We have seen televised outdoor shows where a bow hunter stops a deer by vocalizing a deer bleat. The hunter will emit his vocalized bleat to cause the deer to stop at the spot he chooses for an ideal shot. This method works on elk, stopping them as effectively and reliably as a deer.
A less cautious bull will often approach with such enthusiasm that it is difficult to make a clean shot unless the hunter can make the elk stop. Making them stop without alarming them is the challenge. Using a cow call is an obvious choice, but can be awkward at full draw.
It is not that elk respond to deer bleats for the same reason that deer do, but more than likely, it puts them at ease and alleviates the concern for a threat. An elk is less concerned over its smaller cousin than an aggressive challenger.
The following example illustrates how effective a deer bleat can be. The author was kneeling on the ground as a Roosevelt bull came dozing in. The angle of the bull’s approach was nearly head-on and he was not slowing down. As he began to pass within ten yards, the hunter drew his bow.
The bull caught the movement and in one motion spun around and began a full-on gallop. The hunter quickly vocalized a loud deer bleat and the bull put on the brakes and stood, broadside, twenty yards away. The bull suddenly appeared relaxed and transfixed its gaze on the hunter who was already at full draw.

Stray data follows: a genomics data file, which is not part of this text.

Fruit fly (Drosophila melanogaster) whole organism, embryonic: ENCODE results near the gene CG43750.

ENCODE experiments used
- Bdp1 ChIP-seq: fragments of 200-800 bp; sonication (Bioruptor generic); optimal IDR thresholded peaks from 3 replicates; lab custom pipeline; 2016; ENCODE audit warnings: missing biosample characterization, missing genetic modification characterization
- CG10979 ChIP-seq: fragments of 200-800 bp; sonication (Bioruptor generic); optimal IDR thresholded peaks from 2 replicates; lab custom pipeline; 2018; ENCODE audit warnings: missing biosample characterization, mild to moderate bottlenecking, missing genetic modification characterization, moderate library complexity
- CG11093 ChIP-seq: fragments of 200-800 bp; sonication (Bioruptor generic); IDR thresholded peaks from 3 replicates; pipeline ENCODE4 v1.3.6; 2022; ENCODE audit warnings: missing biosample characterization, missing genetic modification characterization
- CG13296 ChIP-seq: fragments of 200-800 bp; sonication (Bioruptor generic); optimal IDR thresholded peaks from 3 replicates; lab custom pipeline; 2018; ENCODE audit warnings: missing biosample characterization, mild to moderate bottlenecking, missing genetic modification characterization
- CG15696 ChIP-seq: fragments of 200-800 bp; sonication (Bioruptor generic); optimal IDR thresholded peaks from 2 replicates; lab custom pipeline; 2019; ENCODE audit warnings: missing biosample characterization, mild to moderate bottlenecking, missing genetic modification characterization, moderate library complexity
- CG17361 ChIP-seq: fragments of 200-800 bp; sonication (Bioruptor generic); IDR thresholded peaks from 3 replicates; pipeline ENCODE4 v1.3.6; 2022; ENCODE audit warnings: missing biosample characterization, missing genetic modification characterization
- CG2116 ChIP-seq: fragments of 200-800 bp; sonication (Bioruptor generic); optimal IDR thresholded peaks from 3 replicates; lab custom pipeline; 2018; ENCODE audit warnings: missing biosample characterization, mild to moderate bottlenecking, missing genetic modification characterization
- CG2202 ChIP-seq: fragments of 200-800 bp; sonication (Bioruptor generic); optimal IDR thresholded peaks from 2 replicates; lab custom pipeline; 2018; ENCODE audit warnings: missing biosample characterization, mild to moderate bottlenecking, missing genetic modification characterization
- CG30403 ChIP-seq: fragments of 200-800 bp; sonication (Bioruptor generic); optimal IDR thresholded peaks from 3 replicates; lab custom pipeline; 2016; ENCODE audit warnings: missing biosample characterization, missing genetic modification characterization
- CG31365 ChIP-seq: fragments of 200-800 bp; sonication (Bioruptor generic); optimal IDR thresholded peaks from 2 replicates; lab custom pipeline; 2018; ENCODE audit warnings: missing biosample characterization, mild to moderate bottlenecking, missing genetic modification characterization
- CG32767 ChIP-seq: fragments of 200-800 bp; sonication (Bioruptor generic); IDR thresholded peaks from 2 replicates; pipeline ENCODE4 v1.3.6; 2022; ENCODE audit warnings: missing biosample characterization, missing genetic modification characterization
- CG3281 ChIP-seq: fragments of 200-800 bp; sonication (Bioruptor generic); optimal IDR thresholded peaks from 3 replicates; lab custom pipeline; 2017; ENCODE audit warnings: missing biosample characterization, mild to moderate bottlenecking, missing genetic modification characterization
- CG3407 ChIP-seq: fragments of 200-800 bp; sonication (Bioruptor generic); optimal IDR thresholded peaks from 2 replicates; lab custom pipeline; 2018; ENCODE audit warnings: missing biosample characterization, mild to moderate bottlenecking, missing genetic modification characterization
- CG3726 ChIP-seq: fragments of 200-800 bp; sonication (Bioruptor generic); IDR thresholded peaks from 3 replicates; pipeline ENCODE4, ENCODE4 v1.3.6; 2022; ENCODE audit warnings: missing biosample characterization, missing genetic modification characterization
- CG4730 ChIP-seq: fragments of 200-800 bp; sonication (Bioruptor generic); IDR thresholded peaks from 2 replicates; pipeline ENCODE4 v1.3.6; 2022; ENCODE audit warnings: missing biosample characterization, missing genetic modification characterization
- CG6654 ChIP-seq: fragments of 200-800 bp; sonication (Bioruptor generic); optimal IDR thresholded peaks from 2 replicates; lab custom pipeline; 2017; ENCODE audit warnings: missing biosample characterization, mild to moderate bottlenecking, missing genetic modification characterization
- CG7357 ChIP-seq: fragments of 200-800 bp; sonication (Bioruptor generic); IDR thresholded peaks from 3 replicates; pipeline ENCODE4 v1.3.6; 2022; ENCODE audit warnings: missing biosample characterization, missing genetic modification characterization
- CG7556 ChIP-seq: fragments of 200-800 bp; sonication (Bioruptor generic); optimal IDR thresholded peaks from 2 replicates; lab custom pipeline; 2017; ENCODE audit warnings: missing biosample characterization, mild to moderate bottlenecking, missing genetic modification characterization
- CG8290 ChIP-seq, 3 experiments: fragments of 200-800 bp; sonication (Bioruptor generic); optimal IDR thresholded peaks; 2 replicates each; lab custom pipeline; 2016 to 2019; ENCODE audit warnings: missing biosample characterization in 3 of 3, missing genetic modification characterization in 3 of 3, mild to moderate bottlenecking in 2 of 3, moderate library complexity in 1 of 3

He released his arrow after taking his time and settling his sight pin solidly behind the front shoulder. The arrow hit its mark and the bull expired quickly after running a short distance. This is one example of many similar experiences from this hunter and others.
Vocalizing a deer bleat is quite simple. It is very similar to the sound that a sheep makes. There is nothing technical about it and it does not require practice. Simply say, “maaaa”. If he does not stop, do it again louder; he probably did not hear you. However, it will not stop a truly spooked elk.